Beat the odds Instead of getting into heavy debates or launching straight into complex solutions in tough times, just listen and try to feel some empathy for your partner. Laughter is also a good tool. That’s what Pamela’s husband has used, particularly back when the two were struggling with a very troubled teen. Ray would recite lines from movies that Pamela found hilarious, cracking them both up, breaking the tension and reminding her they were in the crisis together.
Beat the odds In a word: compromise. Cindy Mellow knew that marrying a paramedic was often going to interrupt her life. “I got used to it pretty early on,” she says. “When that pager goes off, he has to go.” So smile as you eat his terrible cooking, sit through his family’s boring events or when you find golf on the TV yet again – “as long as you never compromise who you are,” adds Hurst. “Both of you have to do it.”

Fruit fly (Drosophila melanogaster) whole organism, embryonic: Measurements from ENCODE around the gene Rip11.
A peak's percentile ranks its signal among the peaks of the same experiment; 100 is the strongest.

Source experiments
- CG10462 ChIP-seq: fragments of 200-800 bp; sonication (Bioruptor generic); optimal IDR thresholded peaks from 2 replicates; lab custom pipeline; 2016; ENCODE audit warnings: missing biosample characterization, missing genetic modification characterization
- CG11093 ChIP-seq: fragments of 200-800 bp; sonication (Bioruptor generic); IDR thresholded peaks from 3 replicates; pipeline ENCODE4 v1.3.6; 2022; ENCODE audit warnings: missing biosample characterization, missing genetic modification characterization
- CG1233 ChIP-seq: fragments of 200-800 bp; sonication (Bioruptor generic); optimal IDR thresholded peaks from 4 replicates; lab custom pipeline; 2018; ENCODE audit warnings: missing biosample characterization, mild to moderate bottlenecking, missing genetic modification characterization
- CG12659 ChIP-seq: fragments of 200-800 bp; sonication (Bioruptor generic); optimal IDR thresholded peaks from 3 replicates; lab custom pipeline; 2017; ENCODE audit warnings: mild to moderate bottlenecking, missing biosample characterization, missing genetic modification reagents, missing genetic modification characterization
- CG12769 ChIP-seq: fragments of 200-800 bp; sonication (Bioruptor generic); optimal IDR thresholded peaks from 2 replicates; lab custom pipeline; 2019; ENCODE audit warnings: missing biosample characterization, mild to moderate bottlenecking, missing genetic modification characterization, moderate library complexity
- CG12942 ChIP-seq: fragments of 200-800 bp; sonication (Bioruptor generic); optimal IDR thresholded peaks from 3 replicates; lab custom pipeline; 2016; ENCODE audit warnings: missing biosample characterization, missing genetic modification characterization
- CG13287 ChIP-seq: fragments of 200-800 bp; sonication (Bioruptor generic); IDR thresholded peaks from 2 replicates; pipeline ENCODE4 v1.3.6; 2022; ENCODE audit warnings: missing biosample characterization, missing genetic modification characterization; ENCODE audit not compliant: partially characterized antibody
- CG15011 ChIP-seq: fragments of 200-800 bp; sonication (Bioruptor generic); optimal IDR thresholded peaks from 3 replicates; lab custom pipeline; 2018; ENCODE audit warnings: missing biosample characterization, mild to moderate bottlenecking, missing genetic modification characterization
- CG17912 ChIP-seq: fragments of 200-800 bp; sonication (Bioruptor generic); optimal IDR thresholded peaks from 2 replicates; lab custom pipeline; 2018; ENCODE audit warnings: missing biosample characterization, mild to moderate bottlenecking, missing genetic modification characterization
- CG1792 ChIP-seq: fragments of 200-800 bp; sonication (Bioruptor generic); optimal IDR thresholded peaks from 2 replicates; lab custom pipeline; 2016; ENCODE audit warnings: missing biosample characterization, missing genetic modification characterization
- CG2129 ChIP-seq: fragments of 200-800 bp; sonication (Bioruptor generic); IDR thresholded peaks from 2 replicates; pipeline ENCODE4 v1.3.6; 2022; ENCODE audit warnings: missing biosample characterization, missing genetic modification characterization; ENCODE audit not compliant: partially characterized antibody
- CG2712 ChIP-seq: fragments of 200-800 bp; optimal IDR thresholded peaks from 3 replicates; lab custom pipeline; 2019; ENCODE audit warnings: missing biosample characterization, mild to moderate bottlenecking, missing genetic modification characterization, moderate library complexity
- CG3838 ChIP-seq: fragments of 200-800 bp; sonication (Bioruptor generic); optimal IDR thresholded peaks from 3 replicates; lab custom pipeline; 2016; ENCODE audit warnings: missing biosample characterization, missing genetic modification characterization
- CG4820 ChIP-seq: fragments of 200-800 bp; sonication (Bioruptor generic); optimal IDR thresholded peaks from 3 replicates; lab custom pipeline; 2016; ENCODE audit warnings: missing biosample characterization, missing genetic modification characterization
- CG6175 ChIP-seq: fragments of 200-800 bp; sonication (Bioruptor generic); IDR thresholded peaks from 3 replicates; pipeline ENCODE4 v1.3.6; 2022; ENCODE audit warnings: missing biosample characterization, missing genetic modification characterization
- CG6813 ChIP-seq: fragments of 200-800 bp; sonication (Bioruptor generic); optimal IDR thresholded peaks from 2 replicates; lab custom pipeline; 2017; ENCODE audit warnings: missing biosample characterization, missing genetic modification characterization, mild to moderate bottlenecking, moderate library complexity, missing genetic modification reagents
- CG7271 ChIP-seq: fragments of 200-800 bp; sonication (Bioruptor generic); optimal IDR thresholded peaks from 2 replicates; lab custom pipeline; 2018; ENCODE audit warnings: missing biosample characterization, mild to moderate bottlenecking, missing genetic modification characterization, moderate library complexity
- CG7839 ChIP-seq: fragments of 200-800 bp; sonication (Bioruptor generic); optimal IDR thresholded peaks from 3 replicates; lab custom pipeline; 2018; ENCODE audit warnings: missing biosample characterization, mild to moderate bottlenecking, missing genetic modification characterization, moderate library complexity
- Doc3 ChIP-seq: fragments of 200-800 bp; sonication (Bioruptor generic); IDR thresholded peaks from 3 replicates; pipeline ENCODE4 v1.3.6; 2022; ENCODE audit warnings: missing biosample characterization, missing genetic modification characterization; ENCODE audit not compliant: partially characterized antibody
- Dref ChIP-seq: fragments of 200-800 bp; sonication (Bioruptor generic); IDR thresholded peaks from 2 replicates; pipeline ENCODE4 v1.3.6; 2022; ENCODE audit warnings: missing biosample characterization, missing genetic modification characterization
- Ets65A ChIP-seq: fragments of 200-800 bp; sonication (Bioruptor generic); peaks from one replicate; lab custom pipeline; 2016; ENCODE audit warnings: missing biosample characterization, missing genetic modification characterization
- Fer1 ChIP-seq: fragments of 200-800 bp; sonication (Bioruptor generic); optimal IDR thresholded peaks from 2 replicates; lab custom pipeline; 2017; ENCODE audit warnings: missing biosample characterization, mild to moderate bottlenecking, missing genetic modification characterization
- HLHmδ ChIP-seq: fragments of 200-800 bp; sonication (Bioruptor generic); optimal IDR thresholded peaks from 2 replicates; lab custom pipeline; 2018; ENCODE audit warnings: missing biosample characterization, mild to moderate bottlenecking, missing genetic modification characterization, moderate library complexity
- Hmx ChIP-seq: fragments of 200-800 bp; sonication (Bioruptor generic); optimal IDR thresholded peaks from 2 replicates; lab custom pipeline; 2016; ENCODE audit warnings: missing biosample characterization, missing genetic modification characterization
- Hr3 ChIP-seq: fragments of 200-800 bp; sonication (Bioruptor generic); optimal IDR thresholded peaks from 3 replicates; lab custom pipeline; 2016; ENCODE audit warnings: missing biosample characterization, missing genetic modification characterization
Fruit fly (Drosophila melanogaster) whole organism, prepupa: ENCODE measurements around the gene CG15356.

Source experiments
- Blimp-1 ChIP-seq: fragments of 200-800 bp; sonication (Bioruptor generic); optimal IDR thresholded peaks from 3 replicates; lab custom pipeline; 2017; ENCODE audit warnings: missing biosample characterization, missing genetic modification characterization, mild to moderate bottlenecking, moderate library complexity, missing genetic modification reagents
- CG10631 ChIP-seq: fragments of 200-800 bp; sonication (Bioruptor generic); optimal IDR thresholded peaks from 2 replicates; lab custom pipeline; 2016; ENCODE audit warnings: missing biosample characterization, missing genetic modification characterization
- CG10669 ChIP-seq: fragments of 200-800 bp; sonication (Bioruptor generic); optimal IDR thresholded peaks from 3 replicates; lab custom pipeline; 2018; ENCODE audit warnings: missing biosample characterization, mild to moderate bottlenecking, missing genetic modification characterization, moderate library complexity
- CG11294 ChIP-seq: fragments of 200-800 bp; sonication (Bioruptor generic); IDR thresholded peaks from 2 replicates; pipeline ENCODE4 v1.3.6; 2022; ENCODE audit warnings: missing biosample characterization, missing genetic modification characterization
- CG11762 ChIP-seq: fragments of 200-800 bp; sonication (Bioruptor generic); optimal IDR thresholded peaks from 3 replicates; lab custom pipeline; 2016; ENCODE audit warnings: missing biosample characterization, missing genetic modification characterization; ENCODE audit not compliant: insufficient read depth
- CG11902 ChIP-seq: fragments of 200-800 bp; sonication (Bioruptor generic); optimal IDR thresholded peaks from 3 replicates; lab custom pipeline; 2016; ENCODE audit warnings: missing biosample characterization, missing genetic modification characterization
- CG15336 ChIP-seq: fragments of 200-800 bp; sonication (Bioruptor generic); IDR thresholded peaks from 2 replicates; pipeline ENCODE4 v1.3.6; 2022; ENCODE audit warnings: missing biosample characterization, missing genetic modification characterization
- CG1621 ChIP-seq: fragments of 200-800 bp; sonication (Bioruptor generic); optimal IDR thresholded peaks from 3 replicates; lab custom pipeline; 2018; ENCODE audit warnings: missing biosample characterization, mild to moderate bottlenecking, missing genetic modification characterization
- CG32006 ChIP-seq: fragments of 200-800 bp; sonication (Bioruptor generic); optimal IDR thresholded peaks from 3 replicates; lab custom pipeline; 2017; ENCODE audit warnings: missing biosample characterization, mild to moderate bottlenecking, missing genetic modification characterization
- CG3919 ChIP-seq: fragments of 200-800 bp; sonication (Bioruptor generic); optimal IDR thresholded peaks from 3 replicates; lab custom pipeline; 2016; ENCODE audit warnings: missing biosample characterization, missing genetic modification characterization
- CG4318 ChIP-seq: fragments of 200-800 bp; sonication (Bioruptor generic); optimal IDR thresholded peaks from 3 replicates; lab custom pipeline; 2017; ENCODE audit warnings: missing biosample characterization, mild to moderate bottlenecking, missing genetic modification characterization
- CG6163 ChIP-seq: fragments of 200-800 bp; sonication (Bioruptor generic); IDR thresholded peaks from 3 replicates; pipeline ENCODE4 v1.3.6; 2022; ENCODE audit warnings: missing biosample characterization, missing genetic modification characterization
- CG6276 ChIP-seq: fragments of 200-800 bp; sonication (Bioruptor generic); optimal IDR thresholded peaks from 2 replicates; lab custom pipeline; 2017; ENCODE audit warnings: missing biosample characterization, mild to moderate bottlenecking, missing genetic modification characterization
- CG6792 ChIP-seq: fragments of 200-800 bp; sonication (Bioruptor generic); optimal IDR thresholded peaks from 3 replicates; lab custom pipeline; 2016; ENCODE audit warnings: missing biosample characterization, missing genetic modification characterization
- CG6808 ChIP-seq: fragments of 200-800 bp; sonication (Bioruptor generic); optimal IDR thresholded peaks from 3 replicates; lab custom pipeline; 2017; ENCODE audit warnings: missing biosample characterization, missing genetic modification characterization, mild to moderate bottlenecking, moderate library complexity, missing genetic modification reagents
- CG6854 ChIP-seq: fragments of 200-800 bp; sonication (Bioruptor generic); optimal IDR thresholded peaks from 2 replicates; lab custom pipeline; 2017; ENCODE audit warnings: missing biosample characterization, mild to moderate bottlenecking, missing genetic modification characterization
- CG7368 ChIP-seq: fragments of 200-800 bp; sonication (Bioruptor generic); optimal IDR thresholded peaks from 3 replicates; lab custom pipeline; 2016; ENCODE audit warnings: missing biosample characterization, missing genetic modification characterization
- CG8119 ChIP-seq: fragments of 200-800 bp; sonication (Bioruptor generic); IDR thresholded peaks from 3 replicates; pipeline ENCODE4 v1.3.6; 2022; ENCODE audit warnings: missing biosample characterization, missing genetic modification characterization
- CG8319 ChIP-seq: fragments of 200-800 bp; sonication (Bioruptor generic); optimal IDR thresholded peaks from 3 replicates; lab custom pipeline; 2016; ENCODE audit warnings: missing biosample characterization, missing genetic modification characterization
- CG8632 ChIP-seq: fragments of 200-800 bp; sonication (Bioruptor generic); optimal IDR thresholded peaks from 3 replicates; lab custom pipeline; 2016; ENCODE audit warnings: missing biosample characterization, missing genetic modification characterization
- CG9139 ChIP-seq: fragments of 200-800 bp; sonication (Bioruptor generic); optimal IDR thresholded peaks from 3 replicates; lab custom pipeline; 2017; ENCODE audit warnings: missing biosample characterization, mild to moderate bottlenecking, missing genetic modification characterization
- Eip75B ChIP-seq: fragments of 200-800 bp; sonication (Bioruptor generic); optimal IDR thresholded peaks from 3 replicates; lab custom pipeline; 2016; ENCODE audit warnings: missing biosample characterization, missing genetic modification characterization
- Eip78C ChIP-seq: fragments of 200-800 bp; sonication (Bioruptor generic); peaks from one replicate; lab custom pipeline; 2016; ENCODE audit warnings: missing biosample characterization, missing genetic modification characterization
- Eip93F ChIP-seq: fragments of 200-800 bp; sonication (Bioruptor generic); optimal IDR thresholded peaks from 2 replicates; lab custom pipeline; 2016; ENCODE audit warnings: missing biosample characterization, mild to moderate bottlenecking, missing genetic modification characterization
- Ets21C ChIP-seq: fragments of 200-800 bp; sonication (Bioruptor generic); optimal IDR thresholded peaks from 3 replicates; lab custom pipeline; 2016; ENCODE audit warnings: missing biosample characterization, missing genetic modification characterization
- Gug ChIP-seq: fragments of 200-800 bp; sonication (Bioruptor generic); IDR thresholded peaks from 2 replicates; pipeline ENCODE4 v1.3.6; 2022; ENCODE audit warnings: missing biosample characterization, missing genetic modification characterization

“Most people know when they’re not happy,” says Nancy Hurst, a psychologist and marriage therapist in Edmonton. If your stomach sinks when he walks in the door or your arguments go nowhere, make an appointment. And do it soon: most couples wait too long.
You will have to talk about your deepest feelings and possibly about sex, too. “You will be opening up to a stranger, but it’s in a safe environment,” says Hurst. In just a few sessions, there may be some changes, but it takes about 10 to go deep.
A therapist, being neutral, can mediate tired old arguments. An experienced, well-trained professional will have an arsenal of techniques to improve your arguments, communication, language and even the way you think about each other.
According to studies of marriage therapy by John Wright, a couples therapist and psychology professor at the University of Montreal, about 50 per cent of couples who go to therapy improve their relationship a lot. Even those about to divorce have better breakups.